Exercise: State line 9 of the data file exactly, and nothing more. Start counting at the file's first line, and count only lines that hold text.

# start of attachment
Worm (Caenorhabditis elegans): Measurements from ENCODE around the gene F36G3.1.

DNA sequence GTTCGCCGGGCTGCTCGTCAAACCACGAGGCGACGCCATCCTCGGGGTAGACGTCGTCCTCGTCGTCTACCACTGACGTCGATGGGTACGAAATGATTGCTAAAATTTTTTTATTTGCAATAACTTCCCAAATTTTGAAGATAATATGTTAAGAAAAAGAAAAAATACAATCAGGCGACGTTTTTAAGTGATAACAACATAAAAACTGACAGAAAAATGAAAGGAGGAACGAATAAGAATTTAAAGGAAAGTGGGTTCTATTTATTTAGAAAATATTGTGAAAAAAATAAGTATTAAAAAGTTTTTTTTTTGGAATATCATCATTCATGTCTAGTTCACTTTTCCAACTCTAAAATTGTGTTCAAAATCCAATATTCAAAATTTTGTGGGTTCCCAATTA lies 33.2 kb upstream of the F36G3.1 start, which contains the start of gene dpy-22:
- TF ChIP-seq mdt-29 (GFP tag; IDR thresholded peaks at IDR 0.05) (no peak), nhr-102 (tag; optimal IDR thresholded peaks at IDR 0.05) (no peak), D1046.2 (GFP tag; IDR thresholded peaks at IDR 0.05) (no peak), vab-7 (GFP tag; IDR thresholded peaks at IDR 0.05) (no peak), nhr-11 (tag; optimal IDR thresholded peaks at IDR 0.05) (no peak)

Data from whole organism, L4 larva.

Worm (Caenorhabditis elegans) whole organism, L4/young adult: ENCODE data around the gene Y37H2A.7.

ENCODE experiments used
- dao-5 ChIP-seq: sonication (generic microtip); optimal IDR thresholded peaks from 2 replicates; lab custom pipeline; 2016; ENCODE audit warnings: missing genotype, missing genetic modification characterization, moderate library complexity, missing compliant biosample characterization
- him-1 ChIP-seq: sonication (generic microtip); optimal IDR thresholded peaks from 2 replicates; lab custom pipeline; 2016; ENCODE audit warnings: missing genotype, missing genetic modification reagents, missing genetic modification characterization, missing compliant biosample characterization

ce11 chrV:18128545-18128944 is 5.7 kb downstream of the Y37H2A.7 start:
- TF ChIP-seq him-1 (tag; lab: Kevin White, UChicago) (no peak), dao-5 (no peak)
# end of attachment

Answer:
ce11 chrV:18128545-18128944 is 5.7 kb downstream of the Y37H2A.7 start: